ed to express the same period of time, and simply mean throughout the generations of Israel. It was a sign between the Lord and Israel forever, that in six days God made heaven and earth, and rested on the seventh, Exod. 31: 17. The children of Israel dwelling in Canaan, or inheriting it forever, is contrary to fact. For nearly two thousand years the Jews have been cast out of it, and should they return to-day, and dwell in it as long as this earth shall continue, yet unless the world is to be of endless duration, forever does not express an infinite period of time. It is further said 1 Chron. 23: 25. the Lord God of Israel hath given rest unto his people, that they may dwell in Jerusalem forever." And Jer. 17 25. it is said, "and this city shall remain forever." And referring to it, David says, Psalm 43 : 8. "God will establish it forever.” And Jer. 31: 40. it is said, "it shall not be plucked up, nor thrown down any more forever." And in Psalm 125: 1. it is said, "they that trust in the Lord shall be like mount Zion, which cannot be removed, but abideth forever." And referring to the temple, Solomon says, 1 Kings 8: 13. "I have surely built thee a house to dwell in, a settled place for thee to abide in forever." For substance repeated, 2 Chron. 6: 2. And in 2 Chron. 30: 8. it is said to be "sanctified forever." But what is meant by Jerusalem remaining "forever," is explained thus, Joel 3: 20. "but Judah shall dwell forever, and Jerusalem from generation to generation." Again Josh. 8: 28. it is said, "Joshua burnt Ai and made it an heap forever." It is added by way of explanation, "even a desolation unto this day." And of Babylon it is said, Isai. 47 : 7. "I shall be a lady forever." But God says concerning this city, Jer. 51: 26. "thou shalt be desolate forever." And verse 62. it is added, "none shall remain in it, neither man or beast, but it shall be deso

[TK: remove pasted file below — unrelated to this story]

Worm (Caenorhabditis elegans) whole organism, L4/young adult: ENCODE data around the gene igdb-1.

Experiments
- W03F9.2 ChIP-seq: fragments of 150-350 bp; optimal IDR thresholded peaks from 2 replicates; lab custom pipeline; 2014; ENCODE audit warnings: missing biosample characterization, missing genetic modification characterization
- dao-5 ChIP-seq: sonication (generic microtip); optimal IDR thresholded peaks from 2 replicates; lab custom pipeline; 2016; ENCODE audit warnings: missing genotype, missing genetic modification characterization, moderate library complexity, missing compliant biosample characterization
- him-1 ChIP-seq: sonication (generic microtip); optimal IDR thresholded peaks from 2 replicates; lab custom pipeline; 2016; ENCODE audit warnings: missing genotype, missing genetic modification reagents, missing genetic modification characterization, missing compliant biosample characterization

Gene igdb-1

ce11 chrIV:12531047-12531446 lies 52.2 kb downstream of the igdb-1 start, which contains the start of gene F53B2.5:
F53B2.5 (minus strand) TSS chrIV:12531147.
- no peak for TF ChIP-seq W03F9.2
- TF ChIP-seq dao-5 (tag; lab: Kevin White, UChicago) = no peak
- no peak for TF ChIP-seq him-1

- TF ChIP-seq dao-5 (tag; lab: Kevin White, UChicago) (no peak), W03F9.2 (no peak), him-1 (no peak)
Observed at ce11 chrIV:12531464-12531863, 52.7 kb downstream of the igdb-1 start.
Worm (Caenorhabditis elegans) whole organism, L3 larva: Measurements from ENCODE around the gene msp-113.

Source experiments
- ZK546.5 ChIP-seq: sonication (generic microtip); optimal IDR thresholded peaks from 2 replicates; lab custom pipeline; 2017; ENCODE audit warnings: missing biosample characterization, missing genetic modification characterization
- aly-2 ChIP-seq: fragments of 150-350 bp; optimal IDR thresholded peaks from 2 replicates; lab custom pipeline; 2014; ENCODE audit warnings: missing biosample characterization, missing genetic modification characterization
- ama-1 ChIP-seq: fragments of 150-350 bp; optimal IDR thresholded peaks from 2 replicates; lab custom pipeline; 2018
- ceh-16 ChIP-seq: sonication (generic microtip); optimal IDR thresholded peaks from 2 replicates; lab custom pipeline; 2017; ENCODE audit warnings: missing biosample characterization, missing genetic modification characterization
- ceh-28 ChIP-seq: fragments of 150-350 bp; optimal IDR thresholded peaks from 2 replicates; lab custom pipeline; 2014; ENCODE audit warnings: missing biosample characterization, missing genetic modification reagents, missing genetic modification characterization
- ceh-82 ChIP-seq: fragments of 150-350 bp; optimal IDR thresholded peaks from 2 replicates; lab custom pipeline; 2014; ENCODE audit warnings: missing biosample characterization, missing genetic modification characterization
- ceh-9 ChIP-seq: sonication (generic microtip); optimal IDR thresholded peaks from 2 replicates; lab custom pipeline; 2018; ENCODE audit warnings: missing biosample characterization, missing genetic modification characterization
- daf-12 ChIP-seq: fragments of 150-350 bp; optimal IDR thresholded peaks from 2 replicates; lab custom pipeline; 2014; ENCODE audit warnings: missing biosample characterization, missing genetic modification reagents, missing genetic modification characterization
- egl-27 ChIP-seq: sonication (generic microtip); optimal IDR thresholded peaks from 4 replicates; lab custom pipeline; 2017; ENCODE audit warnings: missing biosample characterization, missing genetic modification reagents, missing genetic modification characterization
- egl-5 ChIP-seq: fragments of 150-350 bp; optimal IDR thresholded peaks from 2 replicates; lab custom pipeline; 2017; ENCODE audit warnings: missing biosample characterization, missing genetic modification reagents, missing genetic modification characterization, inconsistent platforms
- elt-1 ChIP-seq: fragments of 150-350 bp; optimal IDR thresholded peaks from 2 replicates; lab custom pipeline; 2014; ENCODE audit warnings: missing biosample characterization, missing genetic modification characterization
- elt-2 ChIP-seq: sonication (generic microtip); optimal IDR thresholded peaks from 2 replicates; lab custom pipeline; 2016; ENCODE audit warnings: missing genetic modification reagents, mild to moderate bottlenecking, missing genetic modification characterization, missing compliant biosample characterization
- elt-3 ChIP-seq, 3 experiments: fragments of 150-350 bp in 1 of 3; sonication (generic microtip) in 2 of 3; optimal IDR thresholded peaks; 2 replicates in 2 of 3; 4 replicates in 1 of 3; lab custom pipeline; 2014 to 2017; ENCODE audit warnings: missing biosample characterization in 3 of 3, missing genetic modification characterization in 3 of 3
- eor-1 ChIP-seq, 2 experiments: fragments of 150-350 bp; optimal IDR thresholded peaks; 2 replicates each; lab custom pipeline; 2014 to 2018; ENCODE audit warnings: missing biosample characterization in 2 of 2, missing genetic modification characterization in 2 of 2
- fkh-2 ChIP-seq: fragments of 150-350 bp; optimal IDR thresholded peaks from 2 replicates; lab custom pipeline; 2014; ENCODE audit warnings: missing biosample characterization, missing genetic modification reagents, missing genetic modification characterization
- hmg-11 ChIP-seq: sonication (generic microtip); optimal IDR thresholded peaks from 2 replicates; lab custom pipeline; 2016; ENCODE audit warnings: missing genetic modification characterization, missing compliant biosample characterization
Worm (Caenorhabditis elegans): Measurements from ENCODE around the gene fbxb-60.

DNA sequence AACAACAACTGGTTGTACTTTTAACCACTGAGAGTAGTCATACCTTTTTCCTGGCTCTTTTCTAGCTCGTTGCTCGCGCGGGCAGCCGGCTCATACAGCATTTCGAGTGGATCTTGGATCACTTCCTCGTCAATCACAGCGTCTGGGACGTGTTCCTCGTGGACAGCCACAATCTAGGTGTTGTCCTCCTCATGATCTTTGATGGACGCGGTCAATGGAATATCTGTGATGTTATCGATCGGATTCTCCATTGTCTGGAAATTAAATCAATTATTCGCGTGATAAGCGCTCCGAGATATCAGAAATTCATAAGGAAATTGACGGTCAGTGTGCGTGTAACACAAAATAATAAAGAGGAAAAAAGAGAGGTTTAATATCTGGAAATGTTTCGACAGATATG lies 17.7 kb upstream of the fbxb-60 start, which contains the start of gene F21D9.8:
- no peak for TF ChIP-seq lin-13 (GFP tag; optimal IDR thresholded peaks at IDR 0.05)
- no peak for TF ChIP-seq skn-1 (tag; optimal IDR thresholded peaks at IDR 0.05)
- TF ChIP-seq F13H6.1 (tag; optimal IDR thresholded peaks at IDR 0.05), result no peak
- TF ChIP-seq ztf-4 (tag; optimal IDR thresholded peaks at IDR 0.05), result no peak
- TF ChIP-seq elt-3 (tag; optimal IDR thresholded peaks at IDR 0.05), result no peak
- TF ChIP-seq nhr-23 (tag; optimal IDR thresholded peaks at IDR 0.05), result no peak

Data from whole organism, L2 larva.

Fate forever." Of Hazor and other cities it is said, they shall be a dwelling for dragons, and a desolation forever: there shall no man abide there, nor any son of man dwell in it," Jer. 49: 33. And of another place it is said, "the smoke thereof shall go up forever," and that the wild beasts "shall possess it forever," Isai. 34: 14, 17. The explanation of forev er in the last text is given thus: "from generation to generation it shall lie waste," and "from generation to generation wild beasts shall dwell therein." See verses 8-17. In Psalm 49: 11. it is said that the inward thought of the wicked is, that their houses shall continue "forever." But the explanation given is" and their dwelling-places to all generations."